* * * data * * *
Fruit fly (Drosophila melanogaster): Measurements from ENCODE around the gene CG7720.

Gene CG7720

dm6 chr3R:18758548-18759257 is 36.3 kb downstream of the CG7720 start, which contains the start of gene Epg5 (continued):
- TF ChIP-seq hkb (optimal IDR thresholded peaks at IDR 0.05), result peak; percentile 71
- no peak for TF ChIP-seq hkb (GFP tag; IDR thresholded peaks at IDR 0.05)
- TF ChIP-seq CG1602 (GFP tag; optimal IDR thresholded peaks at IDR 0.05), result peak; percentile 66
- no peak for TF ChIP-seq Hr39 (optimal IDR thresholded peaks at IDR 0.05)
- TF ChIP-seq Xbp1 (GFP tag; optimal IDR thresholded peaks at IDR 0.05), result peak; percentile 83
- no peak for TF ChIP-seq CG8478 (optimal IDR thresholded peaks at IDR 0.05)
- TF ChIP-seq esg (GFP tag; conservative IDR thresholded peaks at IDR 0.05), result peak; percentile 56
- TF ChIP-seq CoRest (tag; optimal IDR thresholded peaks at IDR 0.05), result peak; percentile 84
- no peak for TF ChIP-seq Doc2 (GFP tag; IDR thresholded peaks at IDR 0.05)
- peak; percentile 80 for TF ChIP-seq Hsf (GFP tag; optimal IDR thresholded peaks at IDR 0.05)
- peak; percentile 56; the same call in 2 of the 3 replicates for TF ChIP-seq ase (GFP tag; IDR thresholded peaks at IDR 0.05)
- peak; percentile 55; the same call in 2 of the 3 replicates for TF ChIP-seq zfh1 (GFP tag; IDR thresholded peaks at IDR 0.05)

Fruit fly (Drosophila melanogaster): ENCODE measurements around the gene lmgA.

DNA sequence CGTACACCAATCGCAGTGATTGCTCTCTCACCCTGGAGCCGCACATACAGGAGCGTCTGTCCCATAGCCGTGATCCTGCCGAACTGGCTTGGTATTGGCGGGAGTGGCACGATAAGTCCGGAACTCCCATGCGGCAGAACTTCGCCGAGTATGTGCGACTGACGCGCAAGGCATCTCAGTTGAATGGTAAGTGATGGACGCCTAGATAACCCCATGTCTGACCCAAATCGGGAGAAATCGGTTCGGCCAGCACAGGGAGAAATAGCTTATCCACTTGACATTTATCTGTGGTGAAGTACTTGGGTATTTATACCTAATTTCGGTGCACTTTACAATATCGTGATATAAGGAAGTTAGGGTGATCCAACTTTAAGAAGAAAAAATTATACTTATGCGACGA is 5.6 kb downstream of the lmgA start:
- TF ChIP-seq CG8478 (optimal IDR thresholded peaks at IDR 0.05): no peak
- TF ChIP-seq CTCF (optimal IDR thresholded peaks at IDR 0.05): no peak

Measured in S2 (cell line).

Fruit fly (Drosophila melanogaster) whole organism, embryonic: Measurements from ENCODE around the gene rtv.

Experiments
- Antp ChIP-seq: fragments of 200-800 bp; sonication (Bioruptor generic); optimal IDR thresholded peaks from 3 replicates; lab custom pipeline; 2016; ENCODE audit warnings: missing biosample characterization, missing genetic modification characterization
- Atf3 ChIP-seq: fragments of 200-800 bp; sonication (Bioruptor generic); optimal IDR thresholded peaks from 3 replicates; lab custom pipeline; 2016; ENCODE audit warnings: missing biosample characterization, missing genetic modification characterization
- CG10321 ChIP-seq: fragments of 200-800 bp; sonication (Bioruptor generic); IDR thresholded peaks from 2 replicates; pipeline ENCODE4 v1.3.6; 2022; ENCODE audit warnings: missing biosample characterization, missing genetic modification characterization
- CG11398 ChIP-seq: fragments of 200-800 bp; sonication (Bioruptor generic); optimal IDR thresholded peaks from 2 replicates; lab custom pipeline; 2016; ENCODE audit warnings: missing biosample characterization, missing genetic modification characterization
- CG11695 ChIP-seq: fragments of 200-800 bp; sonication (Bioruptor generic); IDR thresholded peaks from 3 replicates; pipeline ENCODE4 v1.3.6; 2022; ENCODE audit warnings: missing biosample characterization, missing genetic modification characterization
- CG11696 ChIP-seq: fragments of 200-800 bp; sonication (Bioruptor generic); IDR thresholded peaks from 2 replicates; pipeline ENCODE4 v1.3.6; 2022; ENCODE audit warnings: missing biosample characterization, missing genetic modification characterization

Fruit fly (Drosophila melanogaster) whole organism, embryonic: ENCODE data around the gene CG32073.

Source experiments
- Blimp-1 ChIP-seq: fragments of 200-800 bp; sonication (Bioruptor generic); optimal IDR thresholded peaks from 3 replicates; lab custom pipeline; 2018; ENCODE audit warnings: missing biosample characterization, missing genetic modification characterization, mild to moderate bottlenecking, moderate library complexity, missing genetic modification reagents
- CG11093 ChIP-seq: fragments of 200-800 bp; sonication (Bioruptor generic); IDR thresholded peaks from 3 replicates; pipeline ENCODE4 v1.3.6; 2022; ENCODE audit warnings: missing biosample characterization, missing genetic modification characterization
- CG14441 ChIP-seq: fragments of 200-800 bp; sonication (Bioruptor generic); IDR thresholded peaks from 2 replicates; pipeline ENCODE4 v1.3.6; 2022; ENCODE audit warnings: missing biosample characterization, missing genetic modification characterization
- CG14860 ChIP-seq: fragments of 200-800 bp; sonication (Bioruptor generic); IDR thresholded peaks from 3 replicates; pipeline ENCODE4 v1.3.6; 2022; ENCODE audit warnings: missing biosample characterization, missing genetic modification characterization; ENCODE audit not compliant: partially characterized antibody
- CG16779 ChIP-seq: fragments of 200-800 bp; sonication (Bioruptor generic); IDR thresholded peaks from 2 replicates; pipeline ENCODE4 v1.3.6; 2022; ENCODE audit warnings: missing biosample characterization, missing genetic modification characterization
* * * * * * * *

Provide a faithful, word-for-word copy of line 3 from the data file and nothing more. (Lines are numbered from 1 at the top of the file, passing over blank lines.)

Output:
dm6 chr3R:18758548-18759257 is 36.3 kb downstream of the CG7720 start, which contains the start of gene Epg5 (continued):